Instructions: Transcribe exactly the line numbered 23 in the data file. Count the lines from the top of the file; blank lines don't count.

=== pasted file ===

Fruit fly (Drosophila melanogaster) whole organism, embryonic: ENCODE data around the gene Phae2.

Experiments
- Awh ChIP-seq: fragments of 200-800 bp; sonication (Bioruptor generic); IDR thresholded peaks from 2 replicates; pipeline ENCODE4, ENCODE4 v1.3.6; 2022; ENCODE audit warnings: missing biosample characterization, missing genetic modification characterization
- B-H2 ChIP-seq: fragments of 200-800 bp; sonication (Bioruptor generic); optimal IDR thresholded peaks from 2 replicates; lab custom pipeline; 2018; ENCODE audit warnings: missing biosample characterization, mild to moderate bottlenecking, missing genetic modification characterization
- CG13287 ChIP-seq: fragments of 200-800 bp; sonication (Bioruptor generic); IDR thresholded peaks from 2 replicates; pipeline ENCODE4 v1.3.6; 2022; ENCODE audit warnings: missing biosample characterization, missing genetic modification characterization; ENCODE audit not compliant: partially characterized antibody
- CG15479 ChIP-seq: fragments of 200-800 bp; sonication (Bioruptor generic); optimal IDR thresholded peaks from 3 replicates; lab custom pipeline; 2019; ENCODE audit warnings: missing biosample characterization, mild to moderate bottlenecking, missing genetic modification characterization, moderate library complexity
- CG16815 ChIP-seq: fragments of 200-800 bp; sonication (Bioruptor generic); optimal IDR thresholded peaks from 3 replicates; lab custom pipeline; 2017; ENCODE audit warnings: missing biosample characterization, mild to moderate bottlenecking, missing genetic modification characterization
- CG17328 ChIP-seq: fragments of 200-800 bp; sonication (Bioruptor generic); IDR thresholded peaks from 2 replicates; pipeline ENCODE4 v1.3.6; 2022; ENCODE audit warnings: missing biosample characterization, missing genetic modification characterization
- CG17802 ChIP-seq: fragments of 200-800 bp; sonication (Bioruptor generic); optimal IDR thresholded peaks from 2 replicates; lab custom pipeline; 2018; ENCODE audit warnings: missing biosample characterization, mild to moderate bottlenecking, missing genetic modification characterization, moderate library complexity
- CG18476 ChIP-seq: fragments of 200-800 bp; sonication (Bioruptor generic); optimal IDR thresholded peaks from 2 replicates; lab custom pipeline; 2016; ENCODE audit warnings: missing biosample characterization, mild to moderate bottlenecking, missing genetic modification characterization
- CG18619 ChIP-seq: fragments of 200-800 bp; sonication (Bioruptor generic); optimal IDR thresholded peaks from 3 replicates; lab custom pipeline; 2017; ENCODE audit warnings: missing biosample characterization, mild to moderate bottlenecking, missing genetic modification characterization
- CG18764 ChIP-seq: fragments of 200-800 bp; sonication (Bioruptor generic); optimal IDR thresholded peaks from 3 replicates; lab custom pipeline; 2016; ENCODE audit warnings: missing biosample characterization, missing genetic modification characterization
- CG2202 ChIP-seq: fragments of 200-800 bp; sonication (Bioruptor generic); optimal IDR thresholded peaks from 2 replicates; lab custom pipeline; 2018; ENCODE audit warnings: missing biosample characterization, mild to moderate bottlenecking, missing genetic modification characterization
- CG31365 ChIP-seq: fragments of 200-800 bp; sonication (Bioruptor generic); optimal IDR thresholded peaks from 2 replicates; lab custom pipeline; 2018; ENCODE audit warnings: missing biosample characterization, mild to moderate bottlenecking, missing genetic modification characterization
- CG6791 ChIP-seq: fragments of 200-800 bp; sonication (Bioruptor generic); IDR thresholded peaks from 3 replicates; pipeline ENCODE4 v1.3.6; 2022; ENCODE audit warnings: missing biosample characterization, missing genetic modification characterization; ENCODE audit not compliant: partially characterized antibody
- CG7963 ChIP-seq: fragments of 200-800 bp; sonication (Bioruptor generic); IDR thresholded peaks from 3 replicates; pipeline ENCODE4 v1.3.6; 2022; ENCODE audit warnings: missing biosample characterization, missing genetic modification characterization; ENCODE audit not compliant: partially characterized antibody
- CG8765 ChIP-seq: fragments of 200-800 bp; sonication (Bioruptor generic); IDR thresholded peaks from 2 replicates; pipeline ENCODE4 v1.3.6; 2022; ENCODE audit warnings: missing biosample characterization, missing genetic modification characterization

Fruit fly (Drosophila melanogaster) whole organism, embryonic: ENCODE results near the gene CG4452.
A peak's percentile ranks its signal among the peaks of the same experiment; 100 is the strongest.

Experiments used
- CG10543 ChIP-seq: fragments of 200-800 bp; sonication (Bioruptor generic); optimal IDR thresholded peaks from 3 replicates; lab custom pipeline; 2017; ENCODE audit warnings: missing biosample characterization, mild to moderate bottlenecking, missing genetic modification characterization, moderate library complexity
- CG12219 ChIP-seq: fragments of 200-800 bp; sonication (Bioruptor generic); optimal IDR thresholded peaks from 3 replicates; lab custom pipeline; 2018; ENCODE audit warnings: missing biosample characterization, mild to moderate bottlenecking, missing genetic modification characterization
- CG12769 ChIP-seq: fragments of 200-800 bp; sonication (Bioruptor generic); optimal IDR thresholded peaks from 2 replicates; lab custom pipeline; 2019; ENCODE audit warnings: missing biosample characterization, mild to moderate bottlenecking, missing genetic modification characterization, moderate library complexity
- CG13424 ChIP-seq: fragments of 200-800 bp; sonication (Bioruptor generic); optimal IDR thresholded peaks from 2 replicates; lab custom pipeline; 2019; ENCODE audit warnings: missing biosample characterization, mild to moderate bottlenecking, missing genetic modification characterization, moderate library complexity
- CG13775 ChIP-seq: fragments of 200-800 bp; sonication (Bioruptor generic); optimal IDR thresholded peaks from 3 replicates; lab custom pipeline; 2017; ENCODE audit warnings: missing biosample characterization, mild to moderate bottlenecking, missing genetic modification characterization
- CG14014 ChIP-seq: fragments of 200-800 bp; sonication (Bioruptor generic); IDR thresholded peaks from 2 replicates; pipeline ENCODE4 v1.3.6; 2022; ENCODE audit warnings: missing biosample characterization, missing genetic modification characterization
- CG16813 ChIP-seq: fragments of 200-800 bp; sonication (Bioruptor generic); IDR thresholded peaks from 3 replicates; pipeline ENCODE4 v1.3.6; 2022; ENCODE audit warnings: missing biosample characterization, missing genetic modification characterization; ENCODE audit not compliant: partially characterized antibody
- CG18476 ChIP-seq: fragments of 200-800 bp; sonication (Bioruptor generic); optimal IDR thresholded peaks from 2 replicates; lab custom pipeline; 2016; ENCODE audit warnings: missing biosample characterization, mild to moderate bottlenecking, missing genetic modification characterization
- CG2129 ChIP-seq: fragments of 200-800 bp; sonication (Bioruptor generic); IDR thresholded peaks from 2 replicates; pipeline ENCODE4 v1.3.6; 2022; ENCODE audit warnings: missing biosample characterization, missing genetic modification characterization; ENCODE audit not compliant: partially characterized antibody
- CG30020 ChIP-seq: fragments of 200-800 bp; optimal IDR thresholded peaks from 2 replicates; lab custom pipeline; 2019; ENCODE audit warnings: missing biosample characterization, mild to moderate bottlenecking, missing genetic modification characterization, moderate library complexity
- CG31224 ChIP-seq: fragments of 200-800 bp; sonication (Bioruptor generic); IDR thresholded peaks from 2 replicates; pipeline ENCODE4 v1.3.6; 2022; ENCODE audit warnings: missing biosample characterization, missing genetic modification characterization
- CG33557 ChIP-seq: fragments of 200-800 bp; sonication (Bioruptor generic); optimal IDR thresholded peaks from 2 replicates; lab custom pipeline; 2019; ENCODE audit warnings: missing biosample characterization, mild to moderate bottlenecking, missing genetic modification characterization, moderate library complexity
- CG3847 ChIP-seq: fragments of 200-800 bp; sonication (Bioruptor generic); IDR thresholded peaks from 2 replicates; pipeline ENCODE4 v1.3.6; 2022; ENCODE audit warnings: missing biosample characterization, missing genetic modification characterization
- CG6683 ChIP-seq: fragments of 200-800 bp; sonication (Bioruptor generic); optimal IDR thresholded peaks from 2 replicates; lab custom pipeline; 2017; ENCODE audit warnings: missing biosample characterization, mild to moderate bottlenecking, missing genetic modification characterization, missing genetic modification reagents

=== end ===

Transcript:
- CG12769 ChIP-seq: fragments of 200-800 bp; sonication (Bioruptor generic); optimal IDR thresholded peaks from 2 replicates; lab custom pipeline; 2019; ENCODE audit warnings: missing biosample characterization, mild to moderate bottlenecking, missing genetic modification characterization, moderate library complexity